Carpal Kinematics During Simulated Active and Passive Motion of the Wrist

Rita M. Patterson, Laura Williams, Clark R. Andersen, Shukuki Koh, Steven F. Viegas

Research output: Contribution to journalArticlepeer-review

14 Scopus citations


Purpose: The purpose of this study was to investigate the effect of experimental control mechanisms, simulated active (tendon-driven) and passive (externally assisted), on carpal motion. Methods: Kinematics of the carpal bones in five fresh-frozen cadaver upper extremities were studied using an optical motion analysis system. The wrist extensors and flexors were dissected and loaded. For passive motion, the tendons were loaded to simulate muscle tone while the investigator passively moved the wrist using a pin placed in the third metacarpal. To simulate active, patient-driven motion, the tendons were attached directly to guide bars while the investigator used a puppeteer mechanism to move the wrist. Results: There were no significant differences in carpal motion (flexion-extension motion or radial-ulnar deviation) when the wrist was moved in simulated active motion through the extensor and flexor tendons or in passive motion, with a constant force applied to the tendons. Kinematics for simulated active motion, in general, was more difficult to control and was less smooth than the kinematics for passive motion. Conclusions: Carpal bone kinematics (excluding the pisiform) in a healthy normal joint are similar in both simulated active (tendon-driven) and passive (externally assisted) wrist motion because the carpal bones are passively moved during wrist motion (there are no direct tendon-to-muscle attachments to the proximal carpal bones and minimal attachments to the distal carpal bones).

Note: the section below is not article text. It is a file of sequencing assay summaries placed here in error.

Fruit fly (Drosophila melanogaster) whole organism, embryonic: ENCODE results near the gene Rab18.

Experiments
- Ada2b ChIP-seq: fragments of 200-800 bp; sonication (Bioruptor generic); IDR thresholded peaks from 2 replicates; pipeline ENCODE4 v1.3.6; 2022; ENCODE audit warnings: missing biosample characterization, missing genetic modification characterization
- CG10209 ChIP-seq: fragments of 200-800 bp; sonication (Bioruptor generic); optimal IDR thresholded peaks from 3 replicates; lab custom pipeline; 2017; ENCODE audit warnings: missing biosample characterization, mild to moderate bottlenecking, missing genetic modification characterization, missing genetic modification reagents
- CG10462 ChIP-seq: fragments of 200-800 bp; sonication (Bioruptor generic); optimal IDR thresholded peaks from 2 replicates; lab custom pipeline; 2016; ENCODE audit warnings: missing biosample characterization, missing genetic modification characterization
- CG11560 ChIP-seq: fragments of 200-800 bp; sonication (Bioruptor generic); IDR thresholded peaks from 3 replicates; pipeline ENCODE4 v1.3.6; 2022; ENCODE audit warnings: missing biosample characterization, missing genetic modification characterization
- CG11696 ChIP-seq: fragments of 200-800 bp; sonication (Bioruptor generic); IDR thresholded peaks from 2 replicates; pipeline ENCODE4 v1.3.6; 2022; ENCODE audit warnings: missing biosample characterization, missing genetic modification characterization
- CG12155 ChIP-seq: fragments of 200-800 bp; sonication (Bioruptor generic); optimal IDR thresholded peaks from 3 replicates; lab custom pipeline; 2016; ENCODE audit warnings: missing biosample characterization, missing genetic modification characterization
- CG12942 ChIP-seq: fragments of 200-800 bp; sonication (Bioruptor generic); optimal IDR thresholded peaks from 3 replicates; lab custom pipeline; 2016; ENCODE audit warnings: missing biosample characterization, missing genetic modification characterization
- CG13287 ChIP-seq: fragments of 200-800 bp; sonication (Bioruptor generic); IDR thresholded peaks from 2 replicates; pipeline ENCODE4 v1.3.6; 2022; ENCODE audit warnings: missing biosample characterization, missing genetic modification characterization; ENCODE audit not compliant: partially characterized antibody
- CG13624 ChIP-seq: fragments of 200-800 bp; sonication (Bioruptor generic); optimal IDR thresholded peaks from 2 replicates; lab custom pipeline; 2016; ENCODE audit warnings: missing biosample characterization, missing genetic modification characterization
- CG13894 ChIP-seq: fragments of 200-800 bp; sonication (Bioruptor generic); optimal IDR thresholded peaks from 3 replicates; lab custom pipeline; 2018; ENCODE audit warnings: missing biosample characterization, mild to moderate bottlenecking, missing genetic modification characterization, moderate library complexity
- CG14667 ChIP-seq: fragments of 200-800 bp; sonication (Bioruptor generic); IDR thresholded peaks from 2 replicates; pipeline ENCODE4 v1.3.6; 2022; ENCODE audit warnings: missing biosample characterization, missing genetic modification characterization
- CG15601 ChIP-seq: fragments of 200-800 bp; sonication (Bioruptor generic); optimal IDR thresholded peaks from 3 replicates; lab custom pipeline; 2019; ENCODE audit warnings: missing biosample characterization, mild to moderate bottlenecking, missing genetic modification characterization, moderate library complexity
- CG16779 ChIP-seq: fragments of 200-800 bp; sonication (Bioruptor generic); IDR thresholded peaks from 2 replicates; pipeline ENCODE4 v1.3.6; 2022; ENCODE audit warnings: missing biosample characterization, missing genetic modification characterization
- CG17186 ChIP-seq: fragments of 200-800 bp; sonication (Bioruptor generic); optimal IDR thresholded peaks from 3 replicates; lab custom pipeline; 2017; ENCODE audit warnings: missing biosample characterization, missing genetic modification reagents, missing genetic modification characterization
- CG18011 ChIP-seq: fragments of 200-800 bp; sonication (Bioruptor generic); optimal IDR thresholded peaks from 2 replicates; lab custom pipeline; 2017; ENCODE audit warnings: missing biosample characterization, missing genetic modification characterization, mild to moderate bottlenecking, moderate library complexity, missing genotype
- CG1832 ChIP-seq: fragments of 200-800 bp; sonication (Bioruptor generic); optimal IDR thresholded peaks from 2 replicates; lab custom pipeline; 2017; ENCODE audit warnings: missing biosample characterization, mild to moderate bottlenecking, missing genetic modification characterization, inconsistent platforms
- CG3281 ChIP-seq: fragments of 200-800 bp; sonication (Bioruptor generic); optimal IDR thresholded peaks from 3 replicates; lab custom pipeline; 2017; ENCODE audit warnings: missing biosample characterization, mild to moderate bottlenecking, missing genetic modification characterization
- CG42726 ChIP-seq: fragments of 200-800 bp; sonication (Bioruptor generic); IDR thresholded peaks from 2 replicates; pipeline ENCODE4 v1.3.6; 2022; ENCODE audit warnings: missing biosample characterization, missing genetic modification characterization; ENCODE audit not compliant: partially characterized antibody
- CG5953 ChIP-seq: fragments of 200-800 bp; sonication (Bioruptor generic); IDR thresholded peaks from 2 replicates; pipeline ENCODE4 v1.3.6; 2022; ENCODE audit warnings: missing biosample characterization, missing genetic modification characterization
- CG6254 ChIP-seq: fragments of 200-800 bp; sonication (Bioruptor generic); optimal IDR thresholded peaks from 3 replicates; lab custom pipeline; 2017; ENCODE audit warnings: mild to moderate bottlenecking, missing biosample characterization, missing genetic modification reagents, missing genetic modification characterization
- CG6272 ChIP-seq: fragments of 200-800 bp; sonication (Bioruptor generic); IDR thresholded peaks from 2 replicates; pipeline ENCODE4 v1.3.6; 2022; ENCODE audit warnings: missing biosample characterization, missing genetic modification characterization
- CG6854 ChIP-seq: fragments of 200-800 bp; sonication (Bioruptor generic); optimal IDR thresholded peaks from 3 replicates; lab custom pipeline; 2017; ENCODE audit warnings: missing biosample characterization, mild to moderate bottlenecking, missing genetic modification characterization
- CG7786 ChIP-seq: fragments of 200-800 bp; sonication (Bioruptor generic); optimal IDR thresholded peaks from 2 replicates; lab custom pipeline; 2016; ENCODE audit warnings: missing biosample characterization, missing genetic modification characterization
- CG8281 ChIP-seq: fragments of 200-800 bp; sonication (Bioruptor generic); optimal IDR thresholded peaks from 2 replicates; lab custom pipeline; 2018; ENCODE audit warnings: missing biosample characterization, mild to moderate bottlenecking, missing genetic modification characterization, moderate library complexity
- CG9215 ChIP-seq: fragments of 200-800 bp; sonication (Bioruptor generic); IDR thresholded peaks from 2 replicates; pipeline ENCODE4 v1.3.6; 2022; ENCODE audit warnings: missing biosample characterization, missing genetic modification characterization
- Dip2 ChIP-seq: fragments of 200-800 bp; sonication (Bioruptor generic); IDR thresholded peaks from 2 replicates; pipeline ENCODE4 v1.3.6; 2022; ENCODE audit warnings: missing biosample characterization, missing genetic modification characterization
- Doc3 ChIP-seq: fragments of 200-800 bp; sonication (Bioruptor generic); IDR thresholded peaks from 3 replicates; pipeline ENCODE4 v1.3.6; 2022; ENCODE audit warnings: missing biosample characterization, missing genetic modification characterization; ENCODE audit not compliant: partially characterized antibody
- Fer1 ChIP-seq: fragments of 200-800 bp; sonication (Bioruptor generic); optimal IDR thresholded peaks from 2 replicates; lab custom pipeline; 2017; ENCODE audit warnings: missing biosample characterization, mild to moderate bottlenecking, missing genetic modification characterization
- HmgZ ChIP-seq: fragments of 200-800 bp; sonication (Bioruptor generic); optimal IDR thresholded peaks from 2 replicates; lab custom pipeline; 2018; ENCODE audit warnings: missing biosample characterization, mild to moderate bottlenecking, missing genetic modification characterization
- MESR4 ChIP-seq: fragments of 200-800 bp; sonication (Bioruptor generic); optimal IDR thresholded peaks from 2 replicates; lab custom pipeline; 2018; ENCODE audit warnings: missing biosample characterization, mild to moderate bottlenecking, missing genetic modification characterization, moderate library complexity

Original languageEnglish
Pages (from-to)1013-1019
Number of pages7
JournalJournal of Hand Surgery
Issue number7
StatePublished - Sep 2007


  • Carpal kinematics
  • passive motion
  • simulated active motion


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